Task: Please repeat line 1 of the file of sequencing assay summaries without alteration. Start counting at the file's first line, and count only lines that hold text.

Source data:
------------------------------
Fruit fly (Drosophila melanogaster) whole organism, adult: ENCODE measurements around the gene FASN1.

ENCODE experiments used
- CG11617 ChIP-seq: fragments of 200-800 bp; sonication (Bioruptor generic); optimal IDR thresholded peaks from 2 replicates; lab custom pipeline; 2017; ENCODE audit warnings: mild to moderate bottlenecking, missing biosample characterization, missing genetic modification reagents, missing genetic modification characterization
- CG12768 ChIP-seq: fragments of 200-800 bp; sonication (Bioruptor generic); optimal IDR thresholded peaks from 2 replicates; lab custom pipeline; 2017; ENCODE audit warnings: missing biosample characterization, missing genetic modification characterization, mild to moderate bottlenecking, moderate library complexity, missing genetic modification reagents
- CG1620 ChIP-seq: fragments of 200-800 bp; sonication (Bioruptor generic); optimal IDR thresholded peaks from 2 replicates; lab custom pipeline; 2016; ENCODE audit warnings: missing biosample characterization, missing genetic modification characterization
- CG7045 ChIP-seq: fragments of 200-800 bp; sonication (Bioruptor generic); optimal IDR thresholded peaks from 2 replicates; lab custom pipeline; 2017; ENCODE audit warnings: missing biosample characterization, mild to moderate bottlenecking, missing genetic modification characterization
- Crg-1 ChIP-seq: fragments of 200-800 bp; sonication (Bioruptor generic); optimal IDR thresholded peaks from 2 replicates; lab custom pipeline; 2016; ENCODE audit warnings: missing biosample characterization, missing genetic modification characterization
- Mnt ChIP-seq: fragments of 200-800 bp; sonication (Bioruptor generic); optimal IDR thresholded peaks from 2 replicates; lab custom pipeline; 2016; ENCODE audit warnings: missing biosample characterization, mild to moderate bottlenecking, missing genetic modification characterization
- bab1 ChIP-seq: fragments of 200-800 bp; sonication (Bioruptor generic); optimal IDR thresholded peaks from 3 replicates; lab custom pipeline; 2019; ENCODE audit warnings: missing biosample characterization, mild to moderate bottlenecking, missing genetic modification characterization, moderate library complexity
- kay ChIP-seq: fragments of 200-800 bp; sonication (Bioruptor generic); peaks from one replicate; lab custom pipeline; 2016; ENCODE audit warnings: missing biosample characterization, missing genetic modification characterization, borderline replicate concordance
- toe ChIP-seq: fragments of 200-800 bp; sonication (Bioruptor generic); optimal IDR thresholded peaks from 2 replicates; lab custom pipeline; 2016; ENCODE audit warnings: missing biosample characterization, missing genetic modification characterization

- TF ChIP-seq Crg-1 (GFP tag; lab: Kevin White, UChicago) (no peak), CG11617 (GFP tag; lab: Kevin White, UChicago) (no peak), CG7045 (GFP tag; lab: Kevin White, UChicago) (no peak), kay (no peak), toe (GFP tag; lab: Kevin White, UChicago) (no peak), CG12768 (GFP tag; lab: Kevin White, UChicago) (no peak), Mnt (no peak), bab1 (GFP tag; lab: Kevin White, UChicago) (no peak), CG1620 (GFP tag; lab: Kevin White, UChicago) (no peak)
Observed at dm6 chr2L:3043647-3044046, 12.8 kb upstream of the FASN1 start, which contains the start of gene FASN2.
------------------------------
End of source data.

Fruit fly (Drosophila melanogaster) whole organism, adult: ENCODE measurements around the gene FASN1.